So, to those who have made it to Russia. In a previous column I reluctantly discarded England. They have a young, inexperienced team that will hopefully stand them in good stead for the future, but the quarter finals is the best they can reasonably aspire to in my opinion. The hosts, meanwhile, have a poor side and are currently 70th in the FIFA rankings, the lowest of all 32 participating teams. After yesterday’s 5-0 thrashing of Saudi Arabia they may well get out of their group, but that’s as far as I reckon they’ll go.

With all due respect to them, I also rule out the representatives of the Asian Football Confederation: Australia, Japan, South Korea, Saudi Arabia (especially after yesterday’s result) and Iran. None is better than 200-1 with the bookies, and they know a thing or two. Debutants Panama and Iceland are already celebrating; any goals or points they get will be a bonus.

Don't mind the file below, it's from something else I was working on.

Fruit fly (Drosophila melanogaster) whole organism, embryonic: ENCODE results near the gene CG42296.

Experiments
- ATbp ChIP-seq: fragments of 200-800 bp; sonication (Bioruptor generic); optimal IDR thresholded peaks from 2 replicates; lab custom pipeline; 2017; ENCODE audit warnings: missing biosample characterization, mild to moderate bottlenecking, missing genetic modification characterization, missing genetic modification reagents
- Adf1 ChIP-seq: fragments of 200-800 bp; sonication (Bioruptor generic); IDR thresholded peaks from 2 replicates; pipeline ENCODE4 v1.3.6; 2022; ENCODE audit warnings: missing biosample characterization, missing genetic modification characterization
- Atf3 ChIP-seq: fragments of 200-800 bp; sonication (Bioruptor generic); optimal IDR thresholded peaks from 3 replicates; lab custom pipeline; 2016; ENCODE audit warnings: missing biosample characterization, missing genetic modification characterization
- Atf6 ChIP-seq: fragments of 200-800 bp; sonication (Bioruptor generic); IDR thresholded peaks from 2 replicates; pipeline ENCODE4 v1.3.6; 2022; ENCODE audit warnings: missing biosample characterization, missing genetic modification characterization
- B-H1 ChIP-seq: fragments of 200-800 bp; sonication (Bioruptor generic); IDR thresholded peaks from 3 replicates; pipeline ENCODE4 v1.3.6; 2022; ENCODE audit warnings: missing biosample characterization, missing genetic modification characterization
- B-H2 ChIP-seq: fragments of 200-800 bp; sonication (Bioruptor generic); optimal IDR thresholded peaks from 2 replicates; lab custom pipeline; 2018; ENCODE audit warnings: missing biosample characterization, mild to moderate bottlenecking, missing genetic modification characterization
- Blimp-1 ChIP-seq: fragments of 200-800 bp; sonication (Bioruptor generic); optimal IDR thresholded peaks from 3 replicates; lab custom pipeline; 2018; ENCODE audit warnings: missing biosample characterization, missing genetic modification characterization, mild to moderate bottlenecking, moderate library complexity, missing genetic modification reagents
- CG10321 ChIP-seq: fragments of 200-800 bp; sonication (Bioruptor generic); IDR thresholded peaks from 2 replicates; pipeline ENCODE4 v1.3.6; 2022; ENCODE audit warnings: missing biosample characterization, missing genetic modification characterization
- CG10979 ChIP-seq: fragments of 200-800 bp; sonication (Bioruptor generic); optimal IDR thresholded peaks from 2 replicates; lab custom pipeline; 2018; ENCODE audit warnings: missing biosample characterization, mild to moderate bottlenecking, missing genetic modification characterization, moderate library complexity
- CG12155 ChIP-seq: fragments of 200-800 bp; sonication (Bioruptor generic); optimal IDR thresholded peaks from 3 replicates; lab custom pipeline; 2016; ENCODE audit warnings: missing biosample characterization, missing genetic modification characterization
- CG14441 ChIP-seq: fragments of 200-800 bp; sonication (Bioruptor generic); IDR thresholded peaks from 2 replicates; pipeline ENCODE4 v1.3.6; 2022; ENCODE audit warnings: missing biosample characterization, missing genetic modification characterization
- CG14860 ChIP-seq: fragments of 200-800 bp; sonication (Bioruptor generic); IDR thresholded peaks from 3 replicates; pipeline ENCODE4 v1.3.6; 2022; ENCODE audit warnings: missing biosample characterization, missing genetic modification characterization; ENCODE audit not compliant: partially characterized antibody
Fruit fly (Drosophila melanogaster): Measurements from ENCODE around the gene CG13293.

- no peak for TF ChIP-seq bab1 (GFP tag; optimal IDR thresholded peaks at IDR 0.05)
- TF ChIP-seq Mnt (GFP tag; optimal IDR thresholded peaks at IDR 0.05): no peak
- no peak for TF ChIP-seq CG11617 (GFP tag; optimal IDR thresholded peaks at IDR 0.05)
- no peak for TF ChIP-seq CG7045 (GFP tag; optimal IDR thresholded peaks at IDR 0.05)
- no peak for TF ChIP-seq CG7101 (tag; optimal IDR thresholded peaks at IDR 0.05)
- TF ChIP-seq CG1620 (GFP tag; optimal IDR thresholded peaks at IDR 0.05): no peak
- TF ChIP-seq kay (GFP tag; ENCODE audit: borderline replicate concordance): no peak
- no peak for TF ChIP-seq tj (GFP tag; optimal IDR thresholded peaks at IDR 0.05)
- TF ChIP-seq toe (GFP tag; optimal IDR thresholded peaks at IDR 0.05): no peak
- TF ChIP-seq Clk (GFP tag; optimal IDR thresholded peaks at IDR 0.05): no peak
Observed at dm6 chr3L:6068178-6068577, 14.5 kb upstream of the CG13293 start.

No African nation has ever won the World Cup and I don’t expect that to change this year. I hope our neighbours Morocco do well, although they have their work cut out in a group that includes Spain and Portugal. Keep an eye out for Senegal though. They’re in an evenly matched group and could progress at the expense of Poland or Colombia.

As usual the main contenders will be from Europe and South America. Eight countries from these two federations have shared all 20 World Cups between them. Can anyone break their hegemony and inscribe their name on the trophy on July 15th?

THE OUTSIDERS

Belgium seem the best bet. They have an outstanding squad and two of the world’s finest outfield players in Eden Hazard and Kevin De Bruyne. Goalie Thibaut Courtois and striker Romelu Lukaku aren’t too shabby either.

Croatia, with Luka Modric and Ivan Rakitic, have possibly the best central midfield duo of the competition. And you discount reigning European champions Portugal, complete with five-time Ballon d’Or winner Ronaldo, at your peril.